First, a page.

Tuesday, January 10, 2006

Laying up treasure?

I sincerely apologize to those who have read the recent entries Inspirational Admonition and Form and formlessness and the practice, as this entry will overlap quite a bit with that material. However, it is also a more lucid and integrated entry with some additional explanation added in. It based on my response to a question someone asked on the Buddhism forum of a larger multi-topic message board...


"Do not store up for yourselves treasures on earth, where moth and rust destroy, and where thieves break in and steal. But store up for yourselves treasures in heaven, where moth and rust do not destroy, and where thieves do not break in and steal. For where your treasure is, there your heart will be also. " Mat 6:19-21

What does Jesus mean by treasure? I have my own opinion here, but I am hoping some others can offer their insight into what this treasure might be.


I am not sure if that was meant to be on this forum or not. I have no idea what the author of the passage intended. On the one hand, I could look at other passages and various theological premises to generate a reply based on what people claim Christianity teachers, but why bother? You can get that from dozens of Christian forums online.

I think that if this were simply an unattributed passage without the implied theological baggage, the last sentence is the most pressing. It suggests that our hearts follow what we value. So then the concern here is the heart. Of course, this refers to the metaphorical heart, to our capacity to care, as opposed to the old sac of intercalated discs and cusped valves pumping away in your chest. At the most superficial level, then, the passages states that if one values those things which are impermanent (I believe someone else used that word), then it will be disappointed since those things do not last. In Buddhism we talk about nonattachment, or not grasping after things. But that's a pretty superficial description of nonattachment as well. The thing people often fail to ask is--why do we grasp? Why do we try to cling to or grasp after a certain self-image? Or attention? Or popular material goods? And, does that mean we shouldn't have desires or goals? Very tricky business.

So, my opinion? Hmm, well desires are fine. I think when Buddhists translate that word they mean craving moreso than wanting. Goals are fine too. Passionately pursuing what you want is not a no-no. Which is why the idea of the Vulcan Buddhist (a term I picked up someplace but I can't recall where) is so harmful. I think many, especially American Buddhists, think this way, and therefore they try to emmulate that image. Stoicly sitting in a serene posture 24 hours a day unaffected by the world. That might be more aplty named Corpse Buddhism. Sitting can be a good practice, but its only a means to an end. The problem with grasping that stems from attachment is when we feel that we need something to "feel good", or to "be happy", to "be secure", or most accurately and more precisely, to "be complete". No one is happy all the time, no one is sad all the time. The sun doesn't always shine, the rain doesn't always fall. But often we think "If I could get XXX I would feel good, happy, secure, and complete." Yet it doesn't work that way. If we are really miserable, great sex, expensive toys, excessive flattery--they only give a short-lived pleasure but never lasting joy. So goals and desires and passions are OK so long as we don't expect them to give us lasting fulfillment. By seeing them that way we can enjoy them and treasure their memory without attachment since we made the most of them during our opportunity to experience them.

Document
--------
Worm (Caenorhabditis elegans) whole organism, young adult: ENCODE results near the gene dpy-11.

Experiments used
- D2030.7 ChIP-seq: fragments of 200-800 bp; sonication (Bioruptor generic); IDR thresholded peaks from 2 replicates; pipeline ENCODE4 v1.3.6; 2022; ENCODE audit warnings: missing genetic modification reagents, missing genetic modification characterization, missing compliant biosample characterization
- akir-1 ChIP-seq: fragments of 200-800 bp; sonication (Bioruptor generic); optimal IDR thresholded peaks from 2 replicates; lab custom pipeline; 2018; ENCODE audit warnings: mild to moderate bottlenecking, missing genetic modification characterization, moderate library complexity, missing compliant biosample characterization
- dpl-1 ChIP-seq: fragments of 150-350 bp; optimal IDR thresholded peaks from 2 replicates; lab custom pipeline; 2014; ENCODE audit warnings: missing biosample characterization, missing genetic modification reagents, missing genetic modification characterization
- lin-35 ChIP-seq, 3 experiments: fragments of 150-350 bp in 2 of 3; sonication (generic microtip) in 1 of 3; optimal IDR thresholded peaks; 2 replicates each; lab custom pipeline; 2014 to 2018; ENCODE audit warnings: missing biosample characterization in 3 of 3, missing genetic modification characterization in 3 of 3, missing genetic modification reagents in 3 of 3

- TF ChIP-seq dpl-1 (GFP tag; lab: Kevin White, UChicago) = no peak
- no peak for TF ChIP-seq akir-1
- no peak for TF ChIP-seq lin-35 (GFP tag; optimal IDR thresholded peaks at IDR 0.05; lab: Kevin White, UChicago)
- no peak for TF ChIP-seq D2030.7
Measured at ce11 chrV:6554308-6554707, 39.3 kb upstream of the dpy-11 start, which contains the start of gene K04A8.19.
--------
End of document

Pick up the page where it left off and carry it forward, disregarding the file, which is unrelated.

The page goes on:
That begs the question, then--where *can* we invest our heart so that we don't get a poor return? I presume that the Christians will say "Christ" or "God", so that's fine for them. But again, you can get that answer on any of a number of Christian forums. In some shallow readings of Buddhism one might get the impression that through right speech, action, thought, etc. one can accrue merit and one day achieve liberation and see that as some kind of brownie point system, laying up karmic credit to make a big purchase later. As my tone suggests I find that to be incorrect. A somewhat lengthy explanation ensues.